Science Friday Book Club: Conjuring An Alternate History Of Colonization – Science Friday

Authors Catherine Ramirez and Aisha Matthews. Credit: Center for Advanced Study in the Behavioral Sciences at Stanford University/Omar B Rimawi

This is a part of our fall Book Club conversation about the short story collection, New Suns: Original Speculative Fiction By Writers of Color, edited by Nisi Shawl. Want to participate? Sign up for our newsletter or record a voice message as you read on the Science Friday VoxPop app.

It’s week three of the SciFri Book Club’s exploration of New Suns: Original Speculative Fiction by People of Color. This week’s story is ‘Burn the Ships,’ by author Alberto Yáñez. It’s set in a world that could be the Cortés-conquered Aztec Empire of 1520—but in this fictional version, the Spanish conquerors have modern guns, radios, railroads, and even scientific developments like vaccines. And as the Indigenous people are contained and slaughtered in camps, they use powerful magic to animate their dead against the invaders.

SciFri producer Christie Taylor, Journal of Science Fiction managing editor Aisha Matthews and University of California Santa Cruz professor Catherine S. Ramirez talk about how a story about the past can still be science fiction, and introduce Chicanafuturism—a literary cousin of the Afrofuturism we discussed in last week’s conversation about Andrea Hairston’s story ‘Dumb House.’

Read New Suns With Us!

  1. Grab a copy of the book and start reading! You can buy a physical copy via Powell’s Books (they’re offering a 20 percent discount for the rest of October!), Indiebound, Bookshop, or your favorite bookseller. Plus, we’re partnering with libraries across the country to give you more ways to read with us.
  2. Need a teaser? Read an excerpt from ‘Burn the Ships,’ this week’s story focus.
  3. Listen to the radio show every Friday through October 30. We’ll discuss one story every week: next week, it’s The Shadow We Cast Through Time by Indrapramit Das.
  4. Join us live on Zoom for a conversation with collection editor and speculative fiction author Nisi Shawl on Monday, October 26, 2020.
  5. Jump into the discussion with our online community at Mighty Networks! We’ll be chatting about New Suns every week with discussion questions and additional reading recommendations.
  6. Want to get e-mail from us? Sign up for our SciFri Book Club newsletter to get weekly updates, discussion questions, and information about other Book Club happenings.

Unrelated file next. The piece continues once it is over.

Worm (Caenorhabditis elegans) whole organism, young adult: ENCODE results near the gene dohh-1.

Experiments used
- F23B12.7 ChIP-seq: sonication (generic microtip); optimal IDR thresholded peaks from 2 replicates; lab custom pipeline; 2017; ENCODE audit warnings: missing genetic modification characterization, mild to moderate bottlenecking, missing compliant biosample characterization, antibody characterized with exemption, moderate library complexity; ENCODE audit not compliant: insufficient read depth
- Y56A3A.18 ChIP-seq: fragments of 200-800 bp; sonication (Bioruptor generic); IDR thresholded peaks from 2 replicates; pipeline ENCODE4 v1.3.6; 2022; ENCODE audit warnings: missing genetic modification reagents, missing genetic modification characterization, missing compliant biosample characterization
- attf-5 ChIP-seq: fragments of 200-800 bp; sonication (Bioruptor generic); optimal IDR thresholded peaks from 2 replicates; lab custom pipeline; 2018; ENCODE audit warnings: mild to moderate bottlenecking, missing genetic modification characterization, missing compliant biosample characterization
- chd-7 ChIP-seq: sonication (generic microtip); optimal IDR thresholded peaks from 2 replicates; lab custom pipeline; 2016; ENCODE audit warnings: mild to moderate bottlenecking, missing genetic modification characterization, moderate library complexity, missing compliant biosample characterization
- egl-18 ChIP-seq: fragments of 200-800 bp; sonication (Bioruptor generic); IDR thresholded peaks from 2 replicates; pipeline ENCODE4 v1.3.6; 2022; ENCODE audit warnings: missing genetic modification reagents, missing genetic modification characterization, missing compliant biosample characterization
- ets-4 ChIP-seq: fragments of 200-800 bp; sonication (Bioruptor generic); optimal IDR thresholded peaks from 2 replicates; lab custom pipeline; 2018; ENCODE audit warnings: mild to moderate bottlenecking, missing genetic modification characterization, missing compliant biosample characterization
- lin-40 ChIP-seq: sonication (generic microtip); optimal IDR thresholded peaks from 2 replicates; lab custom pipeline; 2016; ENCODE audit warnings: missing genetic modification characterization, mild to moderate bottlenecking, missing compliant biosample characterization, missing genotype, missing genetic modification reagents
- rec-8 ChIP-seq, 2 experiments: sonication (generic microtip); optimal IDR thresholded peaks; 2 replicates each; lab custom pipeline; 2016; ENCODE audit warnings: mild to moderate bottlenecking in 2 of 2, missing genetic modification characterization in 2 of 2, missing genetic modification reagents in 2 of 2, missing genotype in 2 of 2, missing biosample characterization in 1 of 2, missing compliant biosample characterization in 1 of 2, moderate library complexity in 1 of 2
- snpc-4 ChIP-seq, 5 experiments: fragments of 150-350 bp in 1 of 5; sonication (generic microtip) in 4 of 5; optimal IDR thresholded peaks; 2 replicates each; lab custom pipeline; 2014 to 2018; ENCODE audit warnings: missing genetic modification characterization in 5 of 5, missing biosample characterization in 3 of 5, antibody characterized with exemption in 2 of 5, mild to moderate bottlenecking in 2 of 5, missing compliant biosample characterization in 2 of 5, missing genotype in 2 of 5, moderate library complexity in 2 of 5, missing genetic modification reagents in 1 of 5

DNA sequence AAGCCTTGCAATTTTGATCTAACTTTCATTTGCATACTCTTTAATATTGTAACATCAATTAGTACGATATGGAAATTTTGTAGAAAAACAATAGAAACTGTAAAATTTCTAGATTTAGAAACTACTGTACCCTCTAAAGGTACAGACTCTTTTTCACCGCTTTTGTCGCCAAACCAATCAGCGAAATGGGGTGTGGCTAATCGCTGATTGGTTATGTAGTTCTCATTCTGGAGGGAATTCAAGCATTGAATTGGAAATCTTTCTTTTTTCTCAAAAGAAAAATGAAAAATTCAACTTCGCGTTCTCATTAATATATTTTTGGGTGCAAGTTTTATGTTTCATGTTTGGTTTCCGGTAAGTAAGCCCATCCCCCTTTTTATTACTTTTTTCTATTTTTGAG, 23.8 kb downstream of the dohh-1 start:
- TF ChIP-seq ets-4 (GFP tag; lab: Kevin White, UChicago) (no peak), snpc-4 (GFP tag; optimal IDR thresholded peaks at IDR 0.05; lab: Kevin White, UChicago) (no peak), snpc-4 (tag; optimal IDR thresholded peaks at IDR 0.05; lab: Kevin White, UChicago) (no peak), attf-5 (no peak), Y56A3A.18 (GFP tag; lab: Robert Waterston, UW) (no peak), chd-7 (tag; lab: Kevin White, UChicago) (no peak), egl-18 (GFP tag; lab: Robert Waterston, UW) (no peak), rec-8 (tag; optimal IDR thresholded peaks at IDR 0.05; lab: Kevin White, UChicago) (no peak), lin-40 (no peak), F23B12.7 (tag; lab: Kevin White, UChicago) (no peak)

7. Tell us your stories using the SciFri VoxPop app. (Download the app on iPhone and Android.) This week we want to know what you’re observing as you read the stories in “New Suns.” Do you have a favorite story? Why or why not? We may play your answer on the show!
  8. Are you itching for more literary tales? Keep an eye out for Science Diction, a forthcoming podcast from Science Friday that digs into the scientific origin stories behind our words and language. Sign up for the Science Diction newsletter for updates.

Book Club Gathers With Nisi Shawl!

We’re closing out Fall Book Club with a virtual, call-in celebration! Christie Taylor and co-host Aisha Matthews will chat with speculative fiction author and editor Nisi Shawl, on Monday, October 26. Register now!

Further Reading

  • Read some of the writing of Chicana scholar Gloria Anzaldúa, whose ‘alien consciousness’ influenced Chicanafuturism

Stay up to speed with the SciFri Book Club Newsletter!

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Segment Guests

Aisha Matthews

Aisha Matthews is managing editor of the Journal of Science Fiction and the director of Literary Programming for the Museum of Science Fiction’s Escape Velocity conference in Washington, D.C..

Catherine S. Ramirez

Catherine S. Ramirez is a professor of Latin American and Latino Studies at the University of California-Santa Cruz in Santa Cruz, California.

Segment Transcript

The transcript for this segment is being processed. It will be posted within one week after the episode airs.

Meet the Producer

About Christie Taylor

Christie Taylor is a producer for Science Friday. Her day involves diligent research, too many phone calls for an introvert, and asking scientists if they have any audio of that narwhal heartbeat.